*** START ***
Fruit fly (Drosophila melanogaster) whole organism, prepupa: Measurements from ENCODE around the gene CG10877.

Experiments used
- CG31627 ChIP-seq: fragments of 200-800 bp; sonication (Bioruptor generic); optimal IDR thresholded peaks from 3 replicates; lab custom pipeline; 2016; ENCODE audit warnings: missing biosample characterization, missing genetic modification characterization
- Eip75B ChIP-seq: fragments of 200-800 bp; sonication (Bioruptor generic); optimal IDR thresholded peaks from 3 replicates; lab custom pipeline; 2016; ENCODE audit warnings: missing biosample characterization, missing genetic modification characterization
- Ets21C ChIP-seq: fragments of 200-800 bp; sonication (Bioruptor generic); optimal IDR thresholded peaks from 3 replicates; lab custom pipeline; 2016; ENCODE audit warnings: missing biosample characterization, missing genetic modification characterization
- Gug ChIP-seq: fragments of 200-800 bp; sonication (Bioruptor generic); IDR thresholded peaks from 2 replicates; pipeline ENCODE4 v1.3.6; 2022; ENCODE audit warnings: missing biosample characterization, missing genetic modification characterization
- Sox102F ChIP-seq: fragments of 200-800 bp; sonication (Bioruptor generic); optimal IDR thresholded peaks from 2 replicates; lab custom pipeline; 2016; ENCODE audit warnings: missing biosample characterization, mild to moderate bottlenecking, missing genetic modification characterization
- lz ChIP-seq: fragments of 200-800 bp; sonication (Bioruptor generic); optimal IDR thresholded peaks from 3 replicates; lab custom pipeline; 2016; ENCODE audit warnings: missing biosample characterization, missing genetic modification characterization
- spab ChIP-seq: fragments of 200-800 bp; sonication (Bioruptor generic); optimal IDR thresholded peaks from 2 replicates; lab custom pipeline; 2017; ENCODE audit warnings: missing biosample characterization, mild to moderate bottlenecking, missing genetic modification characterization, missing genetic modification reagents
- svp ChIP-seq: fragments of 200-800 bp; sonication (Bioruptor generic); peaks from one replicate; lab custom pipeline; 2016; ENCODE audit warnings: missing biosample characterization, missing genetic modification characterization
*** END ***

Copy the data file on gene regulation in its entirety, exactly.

Fruit fly (Drosophila melanogaster) whole organism, prepupa: Measurements from ENCODE around the gene CG10877.

Experiments used
- CG31627 ChIP-seq: fragments of 200-800 bp; sonication (Bioruptor generic); optimal IDR thresholded peaks from 3 replicates; lab custom pipeline; 2016; ENCODE audit warnings: missing biosample characterization, missing genetic modification characterization
- Eip75B ChIP-seq: fragments of 200-800 bp; sonication (Bioruptor generic); optimal IDR thresholded peaks from 3 replicates; lab custom pipeline; 2016; ENCODE audit warnings: missing biosample characterization, missing genetic modification characterization
- Ets21C ChIP-seq: fragments of 200-800 bp; sonication (Bioruptor generic); optimal IDR thresholded peaks from 3 replicates; lab custom pipeline; 2016; ENCODE audit warnings: missing biosample characterization, missing genetic modification characterization
- Gug ChIP-seq: fragments of 200-800 bp; sonication (Bioruptor generic); IDR thresholded peaks from 2 replicates; pipeline ENCODE4 v1.3.6; 2022; ENCODE audit warnings: missing biosample characterization, missing genetic modification characterization
- Sox102F ChIP-seq: fragments of 200-800 bp; sonication (Bioruptor generic); optimal IDR thresholded peaks from 2 replicates; lab custom pipeline; 2016; ENCODE audit warnings: missing biosample characterization, mild to moderate bottlenecking, missing genetic modification characterization
- lz ChIP-seq: fragments of 200-800 bp; sonication (Bioruptor generic); optimal IDR thresholded peaks from 3 replicates; lab custom pipeline; 2016; ENCODE audit warnings: missing biosample characterization, missing genetic modification characterization
- spab ChIP-seq: fragments of 200-800 bp; sonication (Bioruptor generic); optimal IDR thresholded peaks from 2 replicates; lab custom pipeline; 2017; ENCODE audit warnings: missing biosample characterization, mild to moderate bottlenecking, missing genetic modification characterization, missing genetic modification reagents
- svp ChIP-seq: fragments of 200-800 bp; sonication (Bioruptor generic); peaks from one replicate; lab custom pipeline; 2016; ENCODE audit warnings: missing biosample characterization, missing genetic modification characterization